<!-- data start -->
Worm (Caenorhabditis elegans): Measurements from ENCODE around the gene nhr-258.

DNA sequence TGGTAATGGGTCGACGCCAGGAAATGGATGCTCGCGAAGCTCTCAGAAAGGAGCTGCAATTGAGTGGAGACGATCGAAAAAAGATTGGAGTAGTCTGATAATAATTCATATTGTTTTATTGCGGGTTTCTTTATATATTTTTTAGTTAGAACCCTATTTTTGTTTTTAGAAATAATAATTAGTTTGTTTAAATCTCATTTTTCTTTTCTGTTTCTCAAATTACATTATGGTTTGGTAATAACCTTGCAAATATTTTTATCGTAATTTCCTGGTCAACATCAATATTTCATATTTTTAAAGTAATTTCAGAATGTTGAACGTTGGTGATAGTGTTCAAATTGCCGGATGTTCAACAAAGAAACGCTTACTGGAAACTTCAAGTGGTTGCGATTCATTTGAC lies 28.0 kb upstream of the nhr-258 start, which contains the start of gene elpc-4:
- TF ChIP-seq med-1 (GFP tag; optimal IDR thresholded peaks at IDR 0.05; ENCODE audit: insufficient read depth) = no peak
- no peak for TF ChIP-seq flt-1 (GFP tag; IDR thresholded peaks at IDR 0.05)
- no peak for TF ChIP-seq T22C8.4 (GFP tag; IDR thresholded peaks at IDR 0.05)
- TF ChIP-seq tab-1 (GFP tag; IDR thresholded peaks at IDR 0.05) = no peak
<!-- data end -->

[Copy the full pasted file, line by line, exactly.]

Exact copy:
Worm (Caenorhabditis elegans): Measurements from ENCODE around the gene nhr-258.

DNA sequence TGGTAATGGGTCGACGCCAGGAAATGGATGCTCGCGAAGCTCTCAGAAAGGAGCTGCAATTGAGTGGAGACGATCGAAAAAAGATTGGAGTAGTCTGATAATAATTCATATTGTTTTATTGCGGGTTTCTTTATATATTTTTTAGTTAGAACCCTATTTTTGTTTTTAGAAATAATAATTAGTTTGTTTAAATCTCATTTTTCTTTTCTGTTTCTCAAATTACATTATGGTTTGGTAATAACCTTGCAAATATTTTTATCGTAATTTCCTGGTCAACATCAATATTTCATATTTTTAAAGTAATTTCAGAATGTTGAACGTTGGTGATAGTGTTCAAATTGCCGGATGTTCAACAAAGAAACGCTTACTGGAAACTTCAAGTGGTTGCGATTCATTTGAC lies 28.0 kb upstream of the nhr-258 start, which contains the start of gene elpc-4:
- TF ChIP-seq med-1 (GFP tag; optimal IDR thresholded peaks at IDR 0.05; ENCODE audit: insufficient read depth) = no peak
- no peak for TF ChIP-seq flt-1 (GFP tag; IDR thresholded peaks at IDR 0.05)
- no peak for TF ChIP-seq T22C8.4 (GFP tag; IDR thresholded peaks at IDR 0.05)
- TF ChIP-seq tab-1 (GFP tag; IDR thresholded peaks at IDR 0.05) = no peak